Celebrations as Chile votes by huge majority to scrap Pinochet-era constitution - Page 5 - Politics Forum.org | PoFo

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Sivad wrote:@Pants-of-dog you know if you were down in Chile right now you'd be right in there doing your damnedest to ruin it. You'd be pushing every horrible idea you could think up to make sure the new Chilean system of government was as fake and repressive as you could possibly make it.

Sivad wrote:The system can't be purely democratic because pure democracy is two wolves and a sheep voting on what's for dinner. In order to be just, democracy needs to be a balanced by a robust bill of rights for individuals and it needs to be fairly weighted to protect minority interests.

Minority rights is when one wolf among two sheeps insists on his right to eat the sheeps for dinner.
Goranhammer 2.0 wrote:I assume the nays were from people old enough to remember the hyper-inflation shitshow Allende left them.

Opponents of the Popular Unity government, as well as the foreign press, have emphasized Chile’s economic difficulties during the Allende years. Their views neglect two considerations, and that prevents a fair assessment of the period. First, Chile has always had economic problems. The economy depended for decades on the sale of copper abroad, and since foreigners both set the price of copper and owned the mines, Chile has had great difficulty in feeding itself. Approximately one-third of Chile’s imports consisted of foodstuffs, at least in the period since World War II. As late as the 1960s, sociologists classified 60 percent of the families as impoverished. The infant mortality rate in Chile was triple that of the United States. In short, Allende inherited serious economic problems. Second, the economic achievements of the Popular Unity government generally were ignored or received less attention than the failures.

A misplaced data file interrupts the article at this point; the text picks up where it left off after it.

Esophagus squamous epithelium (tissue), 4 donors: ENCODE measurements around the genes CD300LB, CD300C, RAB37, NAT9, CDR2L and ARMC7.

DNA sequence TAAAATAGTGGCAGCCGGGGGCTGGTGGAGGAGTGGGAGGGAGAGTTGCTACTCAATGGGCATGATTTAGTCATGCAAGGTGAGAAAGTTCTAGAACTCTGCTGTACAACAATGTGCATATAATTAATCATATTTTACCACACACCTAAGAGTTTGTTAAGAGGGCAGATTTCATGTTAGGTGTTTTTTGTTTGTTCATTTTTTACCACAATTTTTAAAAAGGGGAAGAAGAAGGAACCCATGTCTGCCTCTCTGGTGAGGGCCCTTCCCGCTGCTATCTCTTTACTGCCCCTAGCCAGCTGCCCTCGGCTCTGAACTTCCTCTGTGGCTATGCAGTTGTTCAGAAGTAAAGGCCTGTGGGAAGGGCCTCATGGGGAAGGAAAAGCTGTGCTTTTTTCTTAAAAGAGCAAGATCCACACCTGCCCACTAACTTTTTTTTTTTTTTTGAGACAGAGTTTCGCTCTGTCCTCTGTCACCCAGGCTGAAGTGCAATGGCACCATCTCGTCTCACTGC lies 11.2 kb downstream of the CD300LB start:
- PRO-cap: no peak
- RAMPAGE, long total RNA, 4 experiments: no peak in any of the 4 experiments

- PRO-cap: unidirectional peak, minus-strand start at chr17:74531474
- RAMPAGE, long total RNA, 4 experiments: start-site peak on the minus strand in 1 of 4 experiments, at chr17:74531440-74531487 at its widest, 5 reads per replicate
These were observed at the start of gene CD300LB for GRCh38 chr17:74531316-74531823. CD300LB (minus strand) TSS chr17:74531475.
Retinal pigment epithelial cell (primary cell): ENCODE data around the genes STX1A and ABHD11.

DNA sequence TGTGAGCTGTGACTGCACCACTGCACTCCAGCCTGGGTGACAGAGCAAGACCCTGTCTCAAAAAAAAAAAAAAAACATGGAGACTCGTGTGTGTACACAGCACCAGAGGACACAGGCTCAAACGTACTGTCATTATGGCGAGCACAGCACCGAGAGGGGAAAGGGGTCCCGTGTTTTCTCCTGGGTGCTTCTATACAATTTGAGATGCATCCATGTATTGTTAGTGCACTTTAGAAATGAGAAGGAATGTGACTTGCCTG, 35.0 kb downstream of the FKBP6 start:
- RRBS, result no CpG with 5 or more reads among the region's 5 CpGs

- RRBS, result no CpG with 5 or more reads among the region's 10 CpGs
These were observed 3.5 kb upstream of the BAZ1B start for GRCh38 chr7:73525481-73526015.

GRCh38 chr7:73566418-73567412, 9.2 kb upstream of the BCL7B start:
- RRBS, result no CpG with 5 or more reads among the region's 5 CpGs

A fuller range of statistics and other interpretations must be taken into account in order to reach a balanced understanding of Chile’s experiment with socialism. Last August, the government’s statistical office released figures showing that many important industries (a few examples would be condensed milk, cement, poultry products, phonograph records and pork products) were producing more than at any previous time. Addressing the nation on September 4, President Allende pointed with pride to the facts that in a year farmers had doubled the number of acres under cultivation, that copper production in the Chuquicamata mine (by far the largest and most important in the nation) had broken all production records in the month of August, and that the international price of copper was rising swiftly.